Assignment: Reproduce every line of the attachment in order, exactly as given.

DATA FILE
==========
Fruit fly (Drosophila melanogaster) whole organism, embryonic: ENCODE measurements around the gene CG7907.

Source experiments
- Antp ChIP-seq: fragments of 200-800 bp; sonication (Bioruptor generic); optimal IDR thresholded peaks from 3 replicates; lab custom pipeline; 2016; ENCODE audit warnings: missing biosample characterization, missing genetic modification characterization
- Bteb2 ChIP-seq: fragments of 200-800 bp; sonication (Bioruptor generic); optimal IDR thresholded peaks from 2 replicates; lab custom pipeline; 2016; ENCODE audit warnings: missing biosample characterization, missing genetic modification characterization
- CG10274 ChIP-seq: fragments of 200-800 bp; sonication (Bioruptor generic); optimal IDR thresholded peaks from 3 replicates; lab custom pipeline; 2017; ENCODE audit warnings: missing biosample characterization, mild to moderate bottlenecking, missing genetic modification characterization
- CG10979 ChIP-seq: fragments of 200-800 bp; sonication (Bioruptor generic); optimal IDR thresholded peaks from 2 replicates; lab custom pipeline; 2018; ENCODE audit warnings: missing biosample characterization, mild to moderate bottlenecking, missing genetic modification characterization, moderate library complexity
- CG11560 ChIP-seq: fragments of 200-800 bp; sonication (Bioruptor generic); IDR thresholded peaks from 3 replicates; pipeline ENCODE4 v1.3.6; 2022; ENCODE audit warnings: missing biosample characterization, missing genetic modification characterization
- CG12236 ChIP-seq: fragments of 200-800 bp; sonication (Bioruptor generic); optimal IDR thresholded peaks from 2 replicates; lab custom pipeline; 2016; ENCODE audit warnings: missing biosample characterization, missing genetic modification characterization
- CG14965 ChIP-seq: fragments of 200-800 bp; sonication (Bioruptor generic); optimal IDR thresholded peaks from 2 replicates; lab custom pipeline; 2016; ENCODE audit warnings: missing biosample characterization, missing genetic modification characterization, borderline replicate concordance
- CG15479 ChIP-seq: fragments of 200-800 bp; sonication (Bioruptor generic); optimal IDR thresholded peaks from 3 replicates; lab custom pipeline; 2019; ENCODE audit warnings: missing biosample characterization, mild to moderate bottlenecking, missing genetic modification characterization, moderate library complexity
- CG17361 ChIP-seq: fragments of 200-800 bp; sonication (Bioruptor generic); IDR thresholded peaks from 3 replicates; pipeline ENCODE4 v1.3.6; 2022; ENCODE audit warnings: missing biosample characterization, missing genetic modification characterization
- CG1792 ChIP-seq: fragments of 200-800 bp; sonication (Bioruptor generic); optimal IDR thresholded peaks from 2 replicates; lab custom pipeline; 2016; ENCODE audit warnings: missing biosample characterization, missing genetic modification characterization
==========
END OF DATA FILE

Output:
Fruit fly (Drosophila melanogaster) whole organism, embryonic: ENCODE measurements around the gene CG7907.

Source experiments
- Antp ChIP-seq: fragments of 200-800 bp; sonication (Bioruptor generic); optimal IDR thresholded peaks from 3 replicates; lab custom pipeline; 2016; ENCODE audit warnings: missing biosample characterization, missing genetic modification characterization
- Bteb2 ChIP-seq: fragments of 200-800 bp; sonication (Bioruptor generic); optimal IDR thresholded peaks from 2 replicates; lab custom pipeline; 2016; ENCODE audit warnings: missing biosample characterization, missing genetic modification characterization
- CG10274 ChIP-seq: fragments of 200-800 bp; sonication (Bioruptor generic); optimal IDR thresholded peaks from 3 replicates; lab custom pipeline; 2017; ENCODE audit warnings: missing biosample characterization, mild to moderate bottlenecking, missing genetic modification characterization
- CG10979 ChIP-seq: fragments of 200-800 bp; sonication (Bioruptor generic); optimal IDR thresholded peaks from 2 replicates; lab custom pipeline; 2018; ENCODE audit warnings: missing biosample characterization, mild to moderate bottlenecking, missing genetic modification characterization, moderate library complexity
- CG11560 ChIP-seq: fragments of 200-800 bp; sonication (Bioruptor generic); IDR thresholded peaks from 3 replicates; pipeline ENCODE4 v1.3.6; 2022; ENCODE audit warnings: missing biosample characterization, missing genetic modification characterization
- CG12236 ChIP-seq: fragments of 200-800 bp; sonication (Bioruptor generic); optimal IDR thresholded peaks from 2 replicates; lab custom pipeline; 2016; ENCODE audit warnings: missing biosample characterization, missing genetic modification characterization
- CG14965 ChIP-seq: fragments of 200-800 bp; sonication (Bioruptor generic); optimal IDR thresholded peaks from 2 replicates; lab custom pipeline; 2016; ENCODE audit warnings: missing biosample characterization, missing genetic modification characterization, borderline replicate concordance
- CG15479 ChIP-seq: fragments of 200-800 bp; sonication (Bioruptor generic); optimal IDR thresholded peaks from 3 replicates; lab custom pipeline; 2019; ENCODE audit warnings: missing biosample characterization, mild to moderate bottlenecking, missing genetic modification characterization, moderate library complexity
- CG17361 ChIP-seq: fragments of 200-800 bp; sonication (Bioruptor generic); IDR thresholded peaks from 3 replicates; pipeline ENCODE4 v1.3.6; 2022; ENCODE audit warnings: missing biosample characterization, missing genetic modification characterization
- CG1792 ChIP-seq: fragments of 200-800 bp; sonication (Bioruptor generic); optimal IDR thresholded peaks from 2 replicates; lab custom pipeline; 2016; ENCODE audit warnings: missing biosample characterization, missing genetic modification characterization